How Does Virginia Beach Compare to Other Hampton Roads Cities?

​The city’s Budget Office recently completed a report comparing Virginia Beach to six other Hampton Roads communities.
Just last month, a report published by personal finance website WalletHub compared the nation’s largest cities across “50 key indicators of attractiveness.” The data examined everything from the quality of the public school systems to median annual property taxes. Of the 62 cities studied, Virginia Beach was named the best big city in which to live in the United States. We received particularly high scores for affordability, education, health and safety. In fact, Virginia Beach is regularly named to “best of” lists for various national accolades

According to the most recent Citizen Satisfaction Survey (2015), 96% of Virginia Beach residents believe that this is a good place to live. The vast majority (94%) believe this is a safe city, 94% are also satisfied with city services overall and 80% believe they receive a good value for their city tax dollar.

While no other municipality in the Hampton Roads area has a population large enough to be counted among the nation’s 62 largest – for locals, it’s important to understand how our neighboring cities compare. ​

Here’s how we stack up:

All Hampton Roads cities have the same hotel and admissions tax rates. Virginia Beach and Chesapeake have the same meal tax rate, which, at 5.5% is the lowest in the region. Of the seven cities – Chesapeake, Norfolk, Portsmouth, Suffolk, Hampton and Newport News being the other six – Virginia Beach has the lowest real estate and personal property tax rates – the two largest revenue generators for local governments.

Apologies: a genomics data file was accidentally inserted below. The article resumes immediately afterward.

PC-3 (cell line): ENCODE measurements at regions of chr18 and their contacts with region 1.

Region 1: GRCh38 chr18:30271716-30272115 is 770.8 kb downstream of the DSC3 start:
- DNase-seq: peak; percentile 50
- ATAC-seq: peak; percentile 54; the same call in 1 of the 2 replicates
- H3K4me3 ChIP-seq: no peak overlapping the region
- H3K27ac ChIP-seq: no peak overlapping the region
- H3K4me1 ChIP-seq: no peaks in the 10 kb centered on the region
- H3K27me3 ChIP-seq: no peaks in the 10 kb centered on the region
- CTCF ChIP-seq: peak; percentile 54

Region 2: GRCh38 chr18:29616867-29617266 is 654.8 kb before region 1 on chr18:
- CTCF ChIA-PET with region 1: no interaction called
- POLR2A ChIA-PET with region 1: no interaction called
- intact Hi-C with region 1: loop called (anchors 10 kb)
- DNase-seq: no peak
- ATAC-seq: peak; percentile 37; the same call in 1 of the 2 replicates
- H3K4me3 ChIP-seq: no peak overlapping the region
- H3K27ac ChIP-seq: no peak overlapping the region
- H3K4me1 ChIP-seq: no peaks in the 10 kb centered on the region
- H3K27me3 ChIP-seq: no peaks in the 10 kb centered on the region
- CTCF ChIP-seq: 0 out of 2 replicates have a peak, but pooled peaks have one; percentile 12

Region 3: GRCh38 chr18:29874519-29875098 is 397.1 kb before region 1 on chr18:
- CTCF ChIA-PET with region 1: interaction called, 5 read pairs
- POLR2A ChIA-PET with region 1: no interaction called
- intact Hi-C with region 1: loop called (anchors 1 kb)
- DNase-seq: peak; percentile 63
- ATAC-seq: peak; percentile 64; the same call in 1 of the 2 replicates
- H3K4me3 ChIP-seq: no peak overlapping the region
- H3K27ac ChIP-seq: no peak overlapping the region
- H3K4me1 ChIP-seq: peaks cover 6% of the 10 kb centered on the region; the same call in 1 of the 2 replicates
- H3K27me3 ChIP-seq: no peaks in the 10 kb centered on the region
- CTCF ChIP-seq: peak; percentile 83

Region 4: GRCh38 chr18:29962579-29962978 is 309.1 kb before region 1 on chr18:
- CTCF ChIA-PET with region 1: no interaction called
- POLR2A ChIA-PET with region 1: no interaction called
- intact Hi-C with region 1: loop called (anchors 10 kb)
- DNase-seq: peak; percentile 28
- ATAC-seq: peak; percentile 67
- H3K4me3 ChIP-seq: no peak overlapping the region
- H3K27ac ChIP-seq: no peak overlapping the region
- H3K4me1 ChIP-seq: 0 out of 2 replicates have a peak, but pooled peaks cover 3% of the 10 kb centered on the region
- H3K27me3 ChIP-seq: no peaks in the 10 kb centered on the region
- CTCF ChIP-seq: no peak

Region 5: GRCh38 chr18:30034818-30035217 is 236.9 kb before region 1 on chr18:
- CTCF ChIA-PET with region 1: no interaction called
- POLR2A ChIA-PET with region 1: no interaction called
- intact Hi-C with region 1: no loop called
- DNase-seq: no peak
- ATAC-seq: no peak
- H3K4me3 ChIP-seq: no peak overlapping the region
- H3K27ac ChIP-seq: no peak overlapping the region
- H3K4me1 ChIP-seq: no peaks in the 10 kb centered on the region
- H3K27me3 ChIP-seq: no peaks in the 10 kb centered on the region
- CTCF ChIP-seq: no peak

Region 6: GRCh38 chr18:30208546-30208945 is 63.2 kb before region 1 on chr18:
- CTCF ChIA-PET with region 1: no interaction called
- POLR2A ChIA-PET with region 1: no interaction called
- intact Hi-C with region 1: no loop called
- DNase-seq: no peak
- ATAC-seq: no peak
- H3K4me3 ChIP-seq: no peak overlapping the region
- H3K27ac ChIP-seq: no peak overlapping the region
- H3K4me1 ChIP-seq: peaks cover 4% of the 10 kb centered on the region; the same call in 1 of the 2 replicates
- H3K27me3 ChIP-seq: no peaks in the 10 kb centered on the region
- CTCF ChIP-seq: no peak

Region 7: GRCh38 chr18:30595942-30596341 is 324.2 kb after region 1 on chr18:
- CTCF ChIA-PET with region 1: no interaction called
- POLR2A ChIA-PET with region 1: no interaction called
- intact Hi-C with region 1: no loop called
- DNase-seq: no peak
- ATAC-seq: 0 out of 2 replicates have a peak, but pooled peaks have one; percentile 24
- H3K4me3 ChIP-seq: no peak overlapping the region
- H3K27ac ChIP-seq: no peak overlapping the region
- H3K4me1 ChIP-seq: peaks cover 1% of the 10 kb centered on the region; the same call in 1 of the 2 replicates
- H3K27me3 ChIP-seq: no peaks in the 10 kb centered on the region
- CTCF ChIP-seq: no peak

Virginia Beach’s cigarette tax rate, automobile license fee, monthly water & sewer bill, and trash collection fee all fall in the middle of the pack. 

All seven cities charge a stormwater fee. And these fees have been rising across the region, including in Virginia Beach. This is due to the fact that our area has seen a change in weather patterns that have necessitated new ways to address stormwater runoff. The average number of intense rainfall days per year — days with more than 2 inches of rainfall in 24 hours — is up 45 percent since 2000 (compared to the previous 54-year period of record). Virginia Beach has made the decision to invest substantial funds — $316 million over the next 15 years — in major stormwater infrastructure projects and the stormwater fee reflects this. Of all taxes and fees, the stormwater fee is the only one for which Virginia Beach is the highest at $13.93 per month. This is $1.53 higher than Norfolk’s rate and $7.93 higher than the lowest — Suffolk’s $6 rate.

When all of these factors are taken into account, Chesapeake’s annual tax impact on a family of four is $52 a year (or $4.33 per month) lower than Virginia Beach’s — $4,284.77 vs. $4,337.29. The tax impacts in the other five cities range anywhere from $529 (Norfolk) to $828 (Suffolk) more than Virginia Beach.

The bulk of the $52.52 difference between Virginia Beach and Chesapeake results from increases this year to the storm water fee for the planned $316 million of flood mitigation projects ($9.12 per year) and a $0.0125 real estate tax rate increase to fund full-day kindergarten ($29.61 per year).  

Bottom line – Virginia Beach is a great place to live. Our residents enjoy fantastic recreation opportunities, low taxes, good schools, a stable economy and safe communities. 


* Figures in the chart are based on a family of four and the median Virginia Beach home value of $236,900 (click to enlarge).

CORRECTION: This article (and the report) have been updated with corrected numbers for the residential refuse fee and tax impact on a family of four for the city of Newport News.
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